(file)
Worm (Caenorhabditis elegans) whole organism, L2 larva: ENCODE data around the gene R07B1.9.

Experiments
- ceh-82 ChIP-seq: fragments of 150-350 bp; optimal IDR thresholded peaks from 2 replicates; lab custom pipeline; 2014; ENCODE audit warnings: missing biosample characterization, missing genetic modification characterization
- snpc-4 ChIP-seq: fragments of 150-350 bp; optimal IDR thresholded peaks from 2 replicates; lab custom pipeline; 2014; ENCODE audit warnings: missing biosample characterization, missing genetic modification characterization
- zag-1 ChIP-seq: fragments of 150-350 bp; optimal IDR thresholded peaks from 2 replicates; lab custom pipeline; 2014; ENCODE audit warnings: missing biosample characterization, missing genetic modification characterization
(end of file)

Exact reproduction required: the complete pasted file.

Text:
Worm (Caenorhabditis elegans) whole organism, L2 larva: ENCODE data around the gene R07B1.9.

Experiments
- ceh-82 ChIP-seq: fragments of 150-350 bp; optimal IDR thresholded peaks from 2 replicates; lab custom pipeline; 2014; ENCODE audit warnings: missing biosample characterization, missing genetic modification characterization
- snpc-4 ChIP-seq: fragments of 150-350 bp; optimal IDR thresholded peaks from 2 replicates; lab custom pipeline; 2014; ENCODE audit warnings: missing biosample characterization, missing genetic modification characterization
- zag-1 ChIP-seq: fragments of 150-350 bp; optimal IDR thresholded peaks from 2 replicates; lab custom pipeline; 2014; ENCODE audit warnings: missing biosample characterization, missing genetic modification characterization